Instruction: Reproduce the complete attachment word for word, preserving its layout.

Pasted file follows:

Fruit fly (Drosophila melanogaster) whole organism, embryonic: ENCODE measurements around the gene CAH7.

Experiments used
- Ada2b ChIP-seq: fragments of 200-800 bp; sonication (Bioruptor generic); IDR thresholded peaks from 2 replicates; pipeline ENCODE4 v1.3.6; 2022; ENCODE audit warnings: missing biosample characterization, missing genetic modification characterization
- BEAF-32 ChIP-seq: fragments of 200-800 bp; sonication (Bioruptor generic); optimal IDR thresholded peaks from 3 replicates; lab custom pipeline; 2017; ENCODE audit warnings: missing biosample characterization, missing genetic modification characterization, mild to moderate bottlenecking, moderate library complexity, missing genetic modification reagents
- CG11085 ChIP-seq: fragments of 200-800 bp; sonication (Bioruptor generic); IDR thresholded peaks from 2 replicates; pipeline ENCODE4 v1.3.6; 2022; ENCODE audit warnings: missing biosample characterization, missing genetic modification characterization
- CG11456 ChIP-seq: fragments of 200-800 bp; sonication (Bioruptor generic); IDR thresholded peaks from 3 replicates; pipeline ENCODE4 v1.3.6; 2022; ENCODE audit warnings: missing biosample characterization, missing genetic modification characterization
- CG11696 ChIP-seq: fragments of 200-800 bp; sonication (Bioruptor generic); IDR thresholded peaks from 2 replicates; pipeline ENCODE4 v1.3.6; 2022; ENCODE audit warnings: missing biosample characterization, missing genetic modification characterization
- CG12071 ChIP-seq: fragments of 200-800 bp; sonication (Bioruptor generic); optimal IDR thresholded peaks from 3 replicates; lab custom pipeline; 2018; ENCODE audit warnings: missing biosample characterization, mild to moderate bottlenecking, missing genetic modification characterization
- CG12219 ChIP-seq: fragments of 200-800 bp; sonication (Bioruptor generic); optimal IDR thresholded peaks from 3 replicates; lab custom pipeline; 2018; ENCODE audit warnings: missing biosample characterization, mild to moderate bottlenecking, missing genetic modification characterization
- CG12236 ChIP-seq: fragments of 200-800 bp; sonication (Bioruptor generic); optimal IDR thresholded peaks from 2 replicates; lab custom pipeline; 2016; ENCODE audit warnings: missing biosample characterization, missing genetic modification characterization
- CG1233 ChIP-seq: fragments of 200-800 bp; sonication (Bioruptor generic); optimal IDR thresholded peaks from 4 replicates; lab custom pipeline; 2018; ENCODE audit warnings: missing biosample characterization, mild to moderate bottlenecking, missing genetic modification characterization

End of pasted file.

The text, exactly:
Fruit fly (Drosophila melanogaster) whole organism, embryonic: ENCODE measurements around the gene CAH7.

Experiments used
- Ada2b ChIP-seq: fragments of 200-800 bp; sonication (Bioruptor generic); IDR thresholded peaks from 2 replicates; pipeline ENCODE4 v1.3.6; 2022; ENCODE audit warnings: missing biosample characterization, missing genetic modification characterization
- BEAF-32 ChIP-seq: fragments of 200-800 bp; sonication (Bioruptor generic); optimal IDR thresholded peaks from 3 replicates; lab custom pipeline; 2017; ENCODE audit warnings: missing biosample characterization, missing genetic modification characterization, mild to moderate bottlenecking, moderate library complexity, missing genetic modification reagents
- CG11085 ChIP-seq: fragments of 200-800 bp; sonication (Bioruptor generic); IDR thresholded peaks from 2 replicates; pipeline ENCODE4 v1.3.6; 2022; ENCODE audit warnings: missing biosample characterization, missing genetic modification characterization
- CG11456 ChIP-seq: fragments of 200-800 bp; sonication (Bioruptor generic); IDR thresholded peaks from 3 replicates; pipeline ENCODE4 v1.3.6; 2022; ENCODE audit warnings: missing biosample characterization, missing genetic modification characterization
- CG11696 ChIP-seq: fragments of 200-800 bp; sonication (Bioruptor generic); IDR thresholded peaks from 2 replicates; pipeline ENCODE4 v1.3.6; 2022; ENCODE audit warnings: missing biosample characterization, missing genetic modification characterization
- CG12071 ChIP-seq: fragments of 200-800 bp; sonication (Bioruptor generic); optimal IDR thresholded peaks from 3 replicates; lab custom pipeline; 2018; ENCODE audit warnings: missing biosample characterization, mild to moderate bottlenecking, missing genetic modification characterization
- CG12219 ChIP-seq: fragments of 200-800 bp; sonication (Bioruptor generic); optimal IDR thresholded peaks from 3 replicates; lab custom pipeline; 2018; ENCODE audit warnings: missing biosample characterization, mild to moderate bottlenecking, missing genetic modification characterization
- CG12236 ChIP-seq: fragments of 200-800 bp; sonication (Bioruptor generic); optimal IDR thresholded peaks from 2 replicates; lab custom pipeline; 2016; ENCODE audit warnings: missing biosample characterization, missing genetic modification characterization
- CG1233 ChIP-seq: fragments of 200-800 bp; sonication (Bioruptor generic); optimal IDR thresholded peaks from 4 replicates; lab custom pipeline; 2018; ENCODE audit warnings: missing biosample characterization, mild to moderate bottlenecking, missing genetic modification characterization